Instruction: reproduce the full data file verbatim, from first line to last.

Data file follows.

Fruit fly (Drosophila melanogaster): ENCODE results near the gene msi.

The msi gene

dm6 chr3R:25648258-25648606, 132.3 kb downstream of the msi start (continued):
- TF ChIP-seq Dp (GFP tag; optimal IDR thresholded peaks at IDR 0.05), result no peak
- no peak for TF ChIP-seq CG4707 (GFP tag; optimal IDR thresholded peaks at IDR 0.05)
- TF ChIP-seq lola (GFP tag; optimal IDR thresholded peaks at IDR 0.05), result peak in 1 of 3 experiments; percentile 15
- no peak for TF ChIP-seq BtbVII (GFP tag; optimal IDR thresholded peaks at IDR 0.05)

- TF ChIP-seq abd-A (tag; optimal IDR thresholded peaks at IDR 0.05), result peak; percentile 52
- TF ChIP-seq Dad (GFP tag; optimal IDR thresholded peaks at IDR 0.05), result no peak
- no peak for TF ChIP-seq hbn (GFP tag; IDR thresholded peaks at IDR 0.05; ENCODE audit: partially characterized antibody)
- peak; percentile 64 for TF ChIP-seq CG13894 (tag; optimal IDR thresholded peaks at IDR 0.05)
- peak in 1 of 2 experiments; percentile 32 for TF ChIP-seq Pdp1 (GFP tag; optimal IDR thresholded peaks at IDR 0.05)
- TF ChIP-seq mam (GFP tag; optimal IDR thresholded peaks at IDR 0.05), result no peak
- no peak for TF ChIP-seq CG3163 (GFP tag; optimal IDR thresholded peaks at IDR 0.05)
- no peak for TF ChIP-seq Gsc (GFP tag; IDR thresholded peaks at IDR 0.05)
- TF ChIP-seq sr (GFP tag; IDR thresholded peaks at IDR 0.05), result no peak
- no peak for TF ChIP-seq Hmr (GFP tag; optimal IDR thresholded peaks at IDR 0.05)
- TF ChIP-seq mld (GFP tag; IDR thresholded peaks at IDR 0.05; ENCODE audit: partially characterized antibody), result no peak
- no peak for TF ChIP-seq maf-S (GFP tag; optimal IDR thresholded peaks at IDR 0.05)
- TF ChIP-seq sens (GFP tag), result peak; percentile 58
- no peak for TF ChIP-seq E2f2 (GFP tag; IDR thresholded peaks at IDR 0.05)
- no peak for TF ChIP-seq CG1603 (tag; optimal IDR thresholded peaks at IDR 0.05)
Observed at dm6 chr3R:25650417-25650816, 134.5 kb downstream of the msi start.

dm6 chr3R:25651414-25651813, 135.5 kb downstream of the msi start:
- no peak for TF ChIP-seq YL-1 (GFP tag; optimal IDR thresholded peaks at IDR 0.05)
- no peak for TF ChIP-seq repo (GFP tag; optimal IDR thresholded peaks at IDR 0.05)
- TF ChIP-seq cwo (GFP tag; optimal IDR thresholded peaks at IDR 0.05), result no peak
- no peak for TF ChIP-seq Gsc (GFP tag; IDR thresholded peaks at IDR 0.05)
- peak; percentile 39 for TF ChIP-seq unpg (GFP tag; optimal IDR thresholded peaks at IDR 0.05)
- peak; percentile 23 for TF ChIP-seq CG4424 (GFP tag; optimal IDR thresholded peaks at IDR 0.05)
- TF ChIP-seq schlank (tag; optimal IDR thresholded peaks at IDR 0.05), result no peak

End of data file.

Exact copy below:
Fruit fly (Drosophila melanogaster): ENCODE results near the gene msi.

The msi gene

dm6 chr3R:25648258-25648606, 132.3 kb downstream of the msi start (continued):
- TF ChIP-seq Dp (GFP tag; optimal IDR thresholded peaks at IDR 0.05), result no peak
- no peak for TF ChIP-seq CG4707 (GFP tag; optimal IDR thresholded peaks at IDR 0.05)
- TF ChIP-seq lola (GFP tag; optimal IDR thresholded peaks at IDR 0.05), result peak in 1 of 3 experiments; percentile 15
- no peak for TF ChIP-seq BtbVII (GFP tag; optimal IDR thresholded peaks at IDR 0.05)

- TF ChIP-seq abd-A (tag; optimal IDR thresholded peaks at IDR 0.05), result peak; percentile 52
- TF ChIP-seq Dad (GFP tag; optimal IDR thresholded peaks at IDR 0.05), result no peak
- no peak for TF ChIP-seq hbn (GFP tag; IDR thresholded peaks at IDR 0.05; ENCODE audit: partially characterized antibody)
- peak; percentile 64 for TF ChIP-seq CG13894 (tag; optimal IDR thresholded peaks at IDR 0.05)
- peak in 1 of 2 experiments; percentile 32 for TF ChIP-seq Pdp1 (GFP tag; optimal IDR thresholded peaks at IDR 0.05)
- TF ChIP-seq mam (GFP tag; optimal IDR thresholded peaks at IDR 0.05), result no peak
- no peak for TF ChIP-seq CG3163 (GFP tag; optimal IDR thresholded peaks at IDR 0.05)
- no peak for TF ChIP-seq Gsc (GFP tag; IDR thresholded peaks at IDR 0.05)
- TF ChIP-seq sr (GFP tag; IDR thresholded peaks at IDR 0.05), result no peak
- no peak for TF ChIP-seq Hmr (GFP tag; optimal IDR thresholded peaks at IDR 0.05)
- TF ChIP-seq mld (GFP tag; IDR thresholded peaks at IDR 0.05; ENCODE audit: partially characterized antibody), result no peak
- no peak for TF ChIP-seq maf-S (GFP tag; optimal IDR thresholded peaks at IDR 0.05)
- TF ChIP-seq sens (GFP tag), result peak; percentile 58
- no peak for TF ChIP-seq E2f2 (GFP tag; IDR thresholded peaks at IDR 0.05)
- no peak for TF ChIP-seq CG1603 (tag; optimal IDR thresholded peaks at IDR 0.05)
Observed at dm6 chr3R:25650417-25650816, 134.5 kb downstream of the msi start.

dm6 chr3R:25651414-25651813, 135.5 kb downstream of the msi start:
- no peak for TF ChIP-seq YL-1 (GFP tag; optimal IDR thresholded peaks at IDR 0.05)
- no peak for TF ChIP-seq repo (GFP tag; optimal IDR thresholded peaks at IDR 0.05)
- TF ChIP-seq cwo (GFP tag; optimal IDR thresholded peaks at IDR 0.05), result no peak
- no peak for TF ChIP-seq Gsc (GFP tag; IDR thresholded peaks at IDR 0.05)
- peak; percentile 39 for TF ChIP-seq unpg (GFP tag; optimal IDR thresholded peaks at IDR 0.05)
- peak; percentile 23 for TF ChIP-seq CG4424 (GFP tag; optimal IDR thresholded peaks at IDR 0.05)
- TF ChIP-seq schlank (tag; optimal IDR thresholded peaks at IDR 0.05), result no peak